How to look after your senior horse and ensure their quality of life

When our beloved horses become older, whether they are still active or starting to “retire” from their previously active lifestyle, they definitely deserve to enjoy their golden years with all the comfort and care we can offer them. Many horses can live well into their 20s or 30s with good health care and while senior horses should not be over-exerting themselves, they often make lovely, trustworthy mounts for new riders or children. They can also make great companions for other horses and serve a valuable purpose. However, as horses age, their care needs change, and it is important to provide them with appropriate care to ensure their quality of life.

How do senior horses’ change physically?

As horses age, their bodies change and they are more vulnerable to certain health problems. Dental problems, such as tooth loss and wear, often arise. Weight loss may occur due to decreased nutrient absorption in the gut. Senior horses are at a higher risk of colic, including blockage of the small intestine from fat tumours. Arthritis can limit their range of motion, and muscle wasting, particularly in the topline, can also occur. The immune system of senior horses becomes less effective, resulting in a higher risk of infection. Recurrent airway obstruction, similar to asthma in humans, becomes a more significant concern in aging horses. Both mares and stallions may experience a decline in fertility. The heart and blood vessels also become more vulnerable with age, and slight reductions in coordination can impact their agility. Because of these potential health challenges, we should take certain steps to care for older horses.

How to care for your senior horse:

Here are 7 essential tips on how to look after your senior horse and ensure their quality of life.

1. Regular Veterinary Care: Schedule routine check-ups with your vet, including checking lumps for cancer, deworming and vaccinations. This will allow you to monitor their overall health and address any age-related health issues. Regular check-ups and bloodwork can help detect and manage any medical conditions early on, allowing for prompt treatment. Senior horses that are kept active along with show horses may also need more frequent vaccinations, particularly against diseases such as strangles, herpes and influenza. Older horses often develop lumps under the skin. Monitor these for size during each medical exam. Also check your horse’s body weight and signs of arthritis.

2. Balanced Diet: A senior horse’s nutritional requirements may differ from those of a younger horse. Their diet should consist of high-quality forage, such as hay or pasture, to maintain healthy digestion and weight. Senior horse feeds or supplements specifically formulated for older horses may also be necessary to meet their nutritional needs, especially if they have dental issues that affect their ability to chew. Make sure your senior horse has a high quality diet. Most major feed companies make “senior” diets. These are often pelleted, easy to chew and have more energy than other concentrates. Always follow feed instructions carefully and make sure the horse gets enough vitamins and minerals.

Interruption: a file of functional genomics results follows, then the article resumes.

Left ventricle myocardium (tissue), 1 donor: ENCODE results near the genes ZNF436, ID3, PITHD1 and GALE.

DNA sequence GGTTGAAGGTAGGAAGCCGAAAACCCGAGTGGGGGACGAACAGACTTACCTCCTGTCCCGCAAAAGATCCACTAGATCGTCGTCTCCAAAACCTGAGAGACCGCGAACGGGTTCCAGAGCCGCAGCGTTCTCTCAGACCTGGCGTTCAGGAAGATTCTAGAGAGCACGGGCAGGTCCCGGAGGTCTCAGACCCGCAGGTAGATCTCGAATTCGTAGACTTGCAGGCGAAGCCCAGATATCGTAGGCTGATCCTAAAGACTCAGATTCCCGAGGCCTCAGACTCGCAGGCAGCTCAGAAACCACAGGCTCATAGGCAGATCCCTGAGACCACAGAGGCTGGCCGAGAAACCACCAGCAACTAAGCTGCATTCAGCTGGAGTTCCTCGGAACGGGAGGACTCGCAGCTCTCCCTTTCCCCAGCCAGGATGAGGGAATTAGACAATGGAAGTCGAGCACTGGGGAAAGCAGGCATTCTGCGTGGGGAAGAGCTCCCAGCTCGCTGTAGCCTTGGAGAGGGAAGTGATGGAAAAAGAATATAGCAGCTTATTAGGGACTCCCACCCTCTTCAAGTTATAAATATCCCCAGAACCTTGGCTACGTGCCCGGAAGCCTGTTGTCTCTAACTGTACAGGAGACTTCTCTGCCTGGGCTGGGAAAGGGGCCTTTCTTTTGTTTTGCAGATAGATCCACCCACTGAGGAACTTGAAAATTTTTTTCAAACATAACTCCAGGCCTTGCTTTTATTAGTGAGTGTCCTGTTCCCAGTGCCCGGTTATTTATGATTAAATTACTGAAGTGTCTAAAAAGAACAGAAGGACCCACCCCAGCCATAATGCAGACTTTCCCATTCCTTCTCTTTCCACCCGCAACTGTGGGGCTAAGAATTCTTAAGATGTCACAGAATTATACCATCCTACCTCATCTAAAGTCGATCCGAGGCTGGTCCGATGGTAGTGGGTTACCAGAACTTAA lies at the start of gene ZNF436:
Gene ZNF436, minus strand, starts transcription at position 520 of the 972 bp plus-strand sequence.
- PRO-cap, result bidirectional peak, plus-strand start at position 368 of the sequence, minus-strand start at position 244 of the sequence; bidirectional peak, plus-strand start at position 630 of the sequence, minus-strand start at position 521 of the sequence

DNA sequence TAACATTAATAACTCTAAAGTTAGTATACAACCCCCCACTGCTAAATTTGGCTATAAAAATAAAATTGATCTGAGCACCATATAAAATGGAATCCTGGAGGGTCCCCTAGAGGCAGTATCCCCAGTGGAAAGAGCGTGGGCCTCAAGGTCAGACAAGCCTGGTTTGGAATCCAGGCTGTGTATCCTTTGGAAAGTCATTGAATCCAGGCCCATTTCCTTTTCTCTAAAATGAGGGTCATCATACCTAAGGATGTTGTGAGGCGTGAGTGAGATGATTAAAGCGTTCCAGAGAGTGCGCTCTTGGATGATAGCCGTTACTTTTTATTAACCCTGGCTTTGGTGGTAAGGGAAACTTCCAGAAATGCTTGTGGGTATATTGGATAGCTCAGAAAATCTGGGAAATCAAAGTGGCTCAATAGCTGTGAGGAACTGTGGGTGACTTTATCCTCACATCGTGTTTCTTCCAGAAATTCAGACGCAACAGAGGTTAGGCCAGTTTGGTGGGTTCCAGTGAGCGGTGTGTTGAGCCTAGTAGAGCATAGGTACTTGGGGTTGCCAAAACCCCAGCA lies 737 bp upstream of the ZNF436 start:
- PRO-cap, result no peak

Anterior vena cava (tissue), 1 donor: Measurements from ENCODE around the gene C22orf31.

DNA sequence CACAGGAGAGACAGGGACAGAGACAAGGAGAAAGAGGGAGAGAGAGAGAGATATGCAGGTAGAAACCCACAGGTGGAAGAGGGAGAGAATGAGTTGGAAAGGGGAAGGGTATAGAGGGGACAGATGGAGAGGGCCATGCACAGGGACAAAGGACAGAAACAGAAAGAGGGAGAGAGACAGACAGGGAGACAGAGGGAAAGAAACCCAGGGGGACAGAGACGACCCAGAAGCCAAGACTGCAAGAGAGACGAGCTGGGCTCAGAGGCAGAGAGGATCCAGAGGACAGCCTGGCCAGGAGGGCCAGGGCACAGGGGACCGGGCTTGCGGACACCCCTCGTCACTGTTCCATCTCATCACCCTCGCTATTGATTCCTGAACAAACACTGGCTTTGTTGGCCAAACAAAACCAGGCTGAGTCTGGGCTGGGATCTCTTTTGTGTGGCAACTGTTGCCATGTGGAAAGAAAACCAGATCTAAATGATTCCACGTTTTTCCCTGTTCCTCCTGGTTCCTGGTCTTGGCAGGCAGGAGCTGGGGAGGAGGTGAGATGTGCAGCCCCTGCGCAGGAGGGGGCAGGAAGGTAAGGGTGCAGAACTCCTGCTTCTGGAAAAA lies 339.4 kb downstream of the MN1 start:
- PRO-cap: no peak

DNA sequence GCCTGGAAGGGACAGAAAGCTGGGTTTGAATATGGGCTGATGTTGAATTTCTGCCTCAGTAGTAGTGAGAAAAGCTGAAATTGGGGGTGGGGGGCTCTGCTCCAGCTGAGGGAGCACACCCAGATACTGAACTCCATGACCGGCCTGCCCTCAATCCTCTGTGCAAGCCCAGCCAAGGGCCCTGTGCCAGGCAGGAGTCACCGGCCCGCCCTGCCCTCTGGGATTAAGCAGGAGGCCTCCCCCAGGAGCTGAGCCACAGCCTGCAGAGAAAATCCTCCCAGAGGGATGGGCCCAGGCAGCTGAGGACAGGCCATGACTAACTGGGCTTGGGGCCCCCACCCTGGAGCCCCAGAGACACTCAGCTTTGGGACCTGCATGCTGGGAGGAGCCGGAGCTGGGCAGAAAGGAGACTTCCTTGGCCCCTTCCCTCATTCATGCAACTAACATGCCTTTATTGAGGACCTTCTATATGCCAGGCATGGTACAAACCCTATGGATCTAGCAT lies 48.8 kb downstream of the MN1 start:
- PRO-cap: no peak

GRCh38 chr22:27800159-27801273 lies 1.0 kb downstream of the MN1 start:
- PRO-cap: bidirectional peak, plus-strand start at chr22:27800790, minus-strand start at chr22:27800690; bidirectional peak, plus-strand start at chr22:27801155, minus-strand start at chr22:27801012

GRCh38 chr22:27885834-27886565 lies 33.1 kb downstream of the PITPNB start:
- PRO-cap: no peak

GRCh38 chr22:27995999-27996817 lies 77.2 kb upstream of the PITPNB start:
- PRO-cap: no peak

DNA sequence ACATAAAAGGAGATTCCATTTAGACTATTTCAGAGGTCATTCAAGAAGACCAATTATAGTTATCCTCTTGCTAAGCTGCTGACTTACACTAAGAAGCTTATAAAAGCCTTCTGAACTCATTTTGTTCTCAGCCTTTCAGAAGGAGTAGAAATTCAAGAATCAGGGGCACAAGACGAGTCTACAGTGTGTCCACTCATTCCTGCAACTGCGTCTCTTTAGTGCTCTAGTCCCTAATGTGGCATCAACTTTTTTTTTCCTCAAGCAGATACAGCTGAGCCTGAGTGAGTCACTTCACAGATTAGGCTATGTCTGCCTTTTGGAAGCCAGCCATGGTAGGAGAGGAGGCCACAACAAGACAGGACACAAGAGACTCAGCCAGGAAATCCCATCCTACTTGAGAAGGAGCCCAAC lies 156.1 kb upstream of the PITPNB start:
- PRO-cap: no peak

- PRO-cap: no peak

3. Dental Care: Dental health is crucial for senior horses as they may develop dental issues such as worn or missing teeth, gum disease, or other oral problems. Regular dental check-ups and floating (filing down sharp edges on teeth) can help maintain their oral health and ensure proper chewing and digestion.

4. Joint Care: Arthritis and other joint issues can be common in senior horses, leading to discomfort and reduced mobility. Joint supplements, medications, and appropriate exercise can help manage joint pain and stiffness. Consult with your veterinarian for suitable joint care options for your senior horse.

5. Regular Exercise: Regular exercise is important for senior horses to maintain muscle tone, cardiovascular health, and mental well-being. However, the type and intensity of exercise should be appropriate for their age and physical condition. Gentle exercise, such as daily turnout, walking, or light riding, can help keep them active and mobile.

6. Make them comfortable: Provide your senior horse with a safe and comfortable living environment. Make sure their pasture or stall is clean, dry, and well-bedded. Consider providing shelter from extreme weather conditions, such as heat, cold, wind, or rain, to help them stay comfortable. Senior horses may have a harder time maintaining their coat and hooves due to age-related changes. Regular grooming, including brushing, bathing, and hoof care, can help keep their skin, coat, and hooves healthy and comfortable. If you still ride your senior horse, check their saddle fit. Senior horses often have less back muscle, which is more prone to saddle sores.

7. Ensure their emotional wellbeing and quality of life: As your horse ages, monitor their quality of life by observing their behaviour, appetite, energy levels, and overall well-being. Regularly assess their comfort, mobility, and mental state, and make adjustments to their care plan as needed to ensure their happiness and well-being. Senior horses can benefit from social interaction to prevent boredom and loneliness. Turnout with compatible pasture mates or spending time with other horses can help keep them mentally stimulated and emotionally content.

By providing your senior horse with the attention and care they need, you can help them enjoy their lives comfortably and happily. Consult with your veterinarian for personalized care recommendations based on your senior horse’s individual needs.

While we all hope to be blessed with many more years with our horse companion, it is also good to be prepared for the inevitable future. Consider an Earthpet farewell plan to take care of your horse’s remains when that sad day comes. Find out more about how it works: